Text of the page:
Quick, which would you rather have: an ounce of gold or an ounce of begonia seed? Gold at it’s current market price of around $1500 an ounce is mere pocket change compared to a series of tuberous begonia seed called “Charisma” that rings in at an astounding $200,000 an ounce.
Mind you, an ounce of begonia seed does contain anywhere from 1.5 to 2 million seeds and, in all fairness, only the world’s largest plant propagators would ever buy an ounce.
Thankfully for home gardeners, growing your own plants from seed is substantially less expensive. It can also be an incredibly rewarding experience, but at other times it can be downright frustrating.
I remember when my husband Ted and I first got started in market gardening back in the early 1960s. We needed a large number of tomato transplants and obviously that required a greenhouse, so we built one—a small, plastic-covered, wood-framed structure.
Having very little seed experience, I rationalized that if I sowed double the recommended number of tomato seeds I should, at the very least, get half to grow and therefore be pretty darn close to my target.
After about a month, not one seedling had emerged. Of course, I blamed everything and everyone, including my husband, for this abysmal failure, but it wasn’t until Ted decided to check the soil temperature that he was finally exonerated. The soil temperature was a rather frigid 50°F (that was in the pre-metric days) and tomatoes, being warm season plants, prefer a nice warm 70°F, or 20°C to germinate properly. Installation of some heating cable solved that problem for us, but for many gardeners, poor control of soil temperature is still the primary reason for poor results.
Each year more and more gardeners are starting their own seeds, which I’m sure has been fueled in part by the tremendous satisfaction derived from successfully nurturing a plant from seed to maturity.
Undoubtedly, the adventure of trying the new, the improved, and the unusual is a strong motivator as well, and never before has there been such an extensive selection of seeds.
Yet for many gardeners, there still exists an unwarranted fear of growing seedlings. So to minimize the trauma of starting seed, here is the seed starter’s primer in one highly condensed, non-technical paragraph.
The first thing to do is purchase only high-quality seed (which is typically a little more expensive). Place the seed in a tray on top of pre-moistened soilless seedling mixture. Cover the seed lightly with horticultural grade vermiculite (that’s the small stuff). Mist the seed tray several times with a pump bottle. Cover the tray with a clear or opaque plastic cover and place the whole apparatus on a heat register or heating cables as close as possible to a south-facing window. Inspect the seed daily and mist as required.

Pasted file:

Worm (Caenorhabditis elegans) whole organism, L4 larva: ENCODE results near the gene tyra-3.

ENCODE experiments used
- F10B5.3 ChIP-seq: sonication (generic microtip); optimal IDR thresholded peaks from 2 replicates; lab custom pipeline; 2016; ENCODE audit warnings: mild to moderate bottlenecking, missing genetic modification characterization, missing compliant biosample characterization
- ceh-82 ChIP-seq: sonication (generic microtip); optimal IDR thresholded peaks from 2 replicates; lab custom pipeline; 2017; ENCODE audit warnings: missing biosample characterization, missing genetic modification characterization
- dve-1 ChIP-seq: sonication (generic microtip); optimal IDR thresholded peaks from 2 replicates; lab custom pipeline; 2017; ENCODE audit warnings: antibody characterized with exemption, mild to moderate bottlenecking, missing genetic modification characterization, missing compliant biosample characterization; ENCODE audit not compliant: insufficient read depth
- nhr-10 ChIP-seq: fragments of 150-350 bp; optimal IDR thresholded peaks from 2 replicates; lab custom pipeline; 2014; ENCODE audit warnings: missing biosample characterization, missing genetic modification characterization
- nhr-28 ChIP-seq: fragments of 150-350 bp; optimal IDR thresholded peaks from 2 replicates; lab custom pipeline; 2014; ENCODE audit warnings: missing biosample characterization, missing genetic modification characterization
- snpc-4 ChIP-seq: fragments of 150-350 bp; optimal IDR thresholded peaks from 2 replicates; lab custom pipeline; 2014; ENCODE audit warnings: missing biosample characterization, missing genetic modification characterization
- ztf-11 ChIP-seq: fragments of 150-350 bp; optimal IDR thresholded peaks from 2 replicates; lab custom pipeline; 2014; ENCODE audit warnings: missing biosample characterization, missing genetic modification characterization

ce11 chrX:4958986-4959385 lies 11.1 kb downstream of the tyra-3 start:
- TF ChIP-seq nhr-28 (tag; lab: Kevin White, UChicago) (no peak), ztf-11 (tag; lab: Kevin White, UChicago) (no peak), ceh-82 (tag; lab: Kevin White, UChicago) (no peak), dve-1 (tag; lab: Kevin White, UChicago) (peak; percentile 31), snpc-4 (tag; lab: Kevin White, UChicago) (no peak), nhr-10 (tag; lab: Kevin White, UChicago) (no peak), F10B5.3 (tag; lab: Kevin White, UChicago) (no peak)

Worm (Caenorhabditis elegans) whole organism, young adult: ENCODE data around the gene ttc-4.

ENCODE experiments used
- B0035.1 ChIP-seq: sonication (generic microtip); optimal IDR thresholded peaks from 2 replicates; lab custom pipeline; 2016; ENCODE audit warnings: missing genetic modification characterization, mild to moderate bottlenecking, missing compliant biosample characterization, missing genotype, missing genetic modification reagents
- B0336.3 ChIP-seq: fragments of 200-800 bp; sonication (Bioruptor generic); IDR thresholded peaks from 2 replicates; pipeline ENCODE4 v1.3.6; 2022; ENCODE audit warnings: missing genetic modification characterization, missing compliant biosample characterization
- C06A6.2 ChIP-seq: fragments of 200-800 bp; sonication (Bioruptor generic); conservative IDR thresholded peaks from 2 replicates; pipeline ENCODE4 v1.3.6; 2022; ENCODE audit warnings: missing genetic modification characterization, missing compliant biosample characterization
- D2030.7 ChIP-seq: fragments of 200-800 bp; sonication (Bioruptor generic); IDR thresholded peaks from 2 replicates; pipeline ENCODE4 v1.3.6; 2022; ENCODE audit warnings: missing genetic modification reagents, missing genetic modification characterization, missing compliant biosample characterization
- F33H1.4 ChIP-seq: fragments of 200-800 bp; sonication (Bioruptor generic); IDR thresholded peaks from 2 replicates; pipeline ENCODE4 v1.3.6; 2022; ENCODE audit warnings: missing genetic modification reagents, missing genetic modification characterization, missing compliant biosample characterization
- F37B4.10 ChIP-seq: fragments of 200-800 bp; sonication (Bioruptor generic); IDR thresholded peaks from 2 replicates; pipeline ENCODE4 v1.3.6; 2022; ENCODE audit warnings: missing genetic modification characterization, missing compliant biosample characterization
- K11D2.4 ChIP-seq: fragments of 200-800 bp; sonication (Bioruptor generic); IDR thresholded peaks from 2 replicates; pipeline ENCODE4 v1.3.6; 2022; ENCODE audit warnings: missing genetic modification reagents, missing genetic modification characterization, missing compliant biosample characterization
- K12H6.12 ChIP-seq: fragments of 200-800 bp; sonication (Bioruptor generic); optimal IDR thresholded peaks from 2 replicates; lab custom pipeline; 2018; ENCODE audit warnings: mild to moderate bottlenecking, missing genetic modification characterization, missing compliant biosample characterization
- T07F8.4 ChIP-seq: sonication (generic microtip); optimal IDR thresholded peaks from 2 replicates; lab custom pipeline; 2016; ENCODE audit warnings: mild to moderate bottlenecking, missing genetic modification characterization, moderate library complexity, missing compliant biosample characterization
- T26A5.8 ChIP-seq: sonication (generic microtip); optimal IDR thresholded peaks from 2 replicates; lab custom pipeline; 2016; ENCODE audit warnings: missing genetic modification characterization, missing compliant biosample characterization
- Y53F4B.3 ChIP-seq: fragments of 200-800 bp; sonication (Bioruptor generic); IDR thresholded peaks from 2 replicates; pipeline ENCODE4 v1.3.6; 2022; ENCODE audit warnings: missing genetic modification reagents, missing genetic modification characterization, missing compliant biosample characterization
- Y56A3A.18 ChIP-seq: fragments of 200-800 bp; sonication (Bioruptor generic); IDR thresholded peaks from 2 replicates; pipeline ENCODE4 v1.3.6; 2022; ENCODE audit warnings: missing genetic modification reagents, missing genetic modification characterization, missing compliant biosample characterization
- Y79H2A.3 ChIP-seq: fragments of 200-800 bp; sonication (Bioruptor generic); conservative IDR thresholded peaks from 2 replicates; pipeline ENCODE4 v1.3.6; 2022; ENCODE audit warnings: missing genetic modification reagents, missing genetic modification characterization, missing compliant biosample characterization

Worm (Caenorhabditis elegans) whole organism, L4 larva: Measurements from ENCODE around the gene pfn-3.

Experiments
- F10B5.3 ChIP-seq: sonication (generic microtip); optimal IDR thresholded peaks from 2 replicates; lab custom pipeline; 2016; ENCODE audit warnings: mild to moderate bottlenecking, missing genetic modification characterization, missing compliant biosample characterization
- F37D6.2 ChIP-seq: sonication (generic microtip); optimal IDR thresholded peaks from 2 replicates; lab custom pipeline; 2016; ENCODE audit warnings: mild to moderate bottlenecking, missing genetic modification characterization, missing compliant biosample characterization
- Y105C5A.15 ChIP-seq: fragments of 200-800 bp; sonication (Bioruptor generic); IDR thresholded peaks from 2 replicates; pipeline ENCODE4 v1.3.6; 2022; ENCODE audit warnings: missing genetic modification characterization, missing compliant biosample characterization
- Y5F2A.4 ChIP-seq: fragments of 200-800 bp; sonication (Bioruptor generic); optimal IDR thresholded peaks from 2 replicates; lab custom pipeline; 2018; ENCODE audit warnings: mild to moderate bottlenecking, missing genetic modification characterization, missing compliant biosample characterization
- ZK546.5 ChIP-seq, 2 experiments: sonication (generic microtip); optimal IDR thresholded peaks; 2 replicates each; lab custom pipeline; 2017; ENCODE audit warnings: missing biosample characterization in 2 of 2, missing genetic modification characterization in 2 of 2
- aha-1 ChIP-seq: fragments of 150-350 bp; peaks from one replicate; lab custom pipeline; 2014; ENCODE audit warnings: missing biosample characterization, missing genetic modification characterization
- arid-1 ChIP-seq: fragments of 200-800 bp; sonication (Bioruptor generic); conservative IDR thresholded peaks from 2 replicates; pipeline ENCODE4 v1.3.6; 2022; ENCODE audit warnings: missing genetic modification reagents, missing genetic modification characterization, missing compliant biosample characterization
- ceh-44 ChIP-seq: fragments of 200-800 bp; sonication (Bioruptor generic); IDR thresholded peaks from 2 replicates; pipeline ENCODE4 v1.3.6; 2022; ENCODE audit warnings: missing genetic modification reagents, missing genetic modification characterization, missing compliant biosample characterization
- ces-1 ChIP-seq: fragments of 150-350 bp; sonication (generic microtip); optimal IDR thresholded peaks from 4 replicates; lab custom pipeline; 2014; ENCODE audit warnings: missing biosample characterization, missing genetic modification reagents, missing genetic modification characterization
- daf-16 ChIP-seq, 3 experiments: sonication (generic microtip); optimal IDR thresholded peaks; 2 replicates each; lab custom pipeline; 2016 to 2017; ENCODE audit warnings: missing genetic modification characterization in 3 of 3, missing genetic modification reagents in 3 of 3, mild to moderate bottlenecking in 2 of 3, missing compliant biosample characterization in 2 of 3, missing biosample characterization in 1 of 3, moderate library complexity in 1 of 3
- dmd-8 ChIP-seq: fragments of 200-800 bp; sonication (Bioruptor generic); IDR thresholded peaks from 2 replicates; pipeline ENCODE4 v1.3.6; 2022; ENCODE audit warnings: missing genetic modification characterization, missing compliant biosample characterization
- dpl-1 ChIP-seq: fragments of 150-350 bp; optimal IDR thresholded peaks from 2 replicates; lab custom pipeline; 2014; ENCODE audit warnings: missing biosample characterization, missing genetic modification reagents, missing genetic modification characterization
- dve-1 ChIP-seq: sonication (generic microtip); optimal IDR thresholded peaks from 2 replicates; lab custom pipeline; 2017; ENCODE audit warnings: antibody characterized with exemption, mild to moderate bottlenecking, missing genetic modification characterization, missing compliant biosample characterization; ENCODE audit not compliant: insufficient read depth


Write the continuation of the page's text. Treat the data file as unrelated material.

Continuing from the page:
That’s all there is to it. Most seed fits rather neatly within these parameters, although, of course, there are those seeds that deviate somewhat. Some like the soil a little warmer or a little cooler, some like a little more or a little less moisture, but the same basic principles still apply.
Still, there are some plant species, particularly a few perennials, that can be rather obstinate. Some perennial seeds require a treatment in moist soil to break the seeds’ self-imposed dormancy. Other perennial seeds must be scarified, which is essentially a delicate cutting or etching of the seed coat to allow germination, allowing water to be drawn in.
I remember a few particularly stubborn perennial seeds that I’ve tried to germinate in the greenhouse. One in particular was the Himalayan Blue Poppy.
After my disappointing experience with tomato seed, I must admit that I leaned on the warm side for starting all other seedlings, including poppies. After about six weeks of tender care, the poppies, like the tomatoes, had failed to emerge. So in frustration I just pulled the trays off the heating cables, left them on the cold floor, and forgot about them. Inadvertently, I had provided exactly what the poppies wanted—a nice, cool spot—and within days the tiny seedlings were popping up.
If you have seed left over when all of the spring seeding is said and done and you’re wondering just what is the best way to store it, just remember the rule of 100. Any combination of relative humidity percentage and air temperature that exceeds 100 will reduce seed storage life. For example, if the air is 60°F (sorry, this rule only works in Fahrenheit, not Celsius) and the relative humidity is 40%, you’re in the correct range. However, if the relative humidity climbs to 60%, then the air temperature shouldn’t exceed 40°F to maintain the 100 rule. The lower the number drops below 100, the better.
If you have a bright window, some heat, and a little patience, give starting your own seed a try. Remember, all that glistens is not gold.
-Lois Hole The Best Of Lois Hole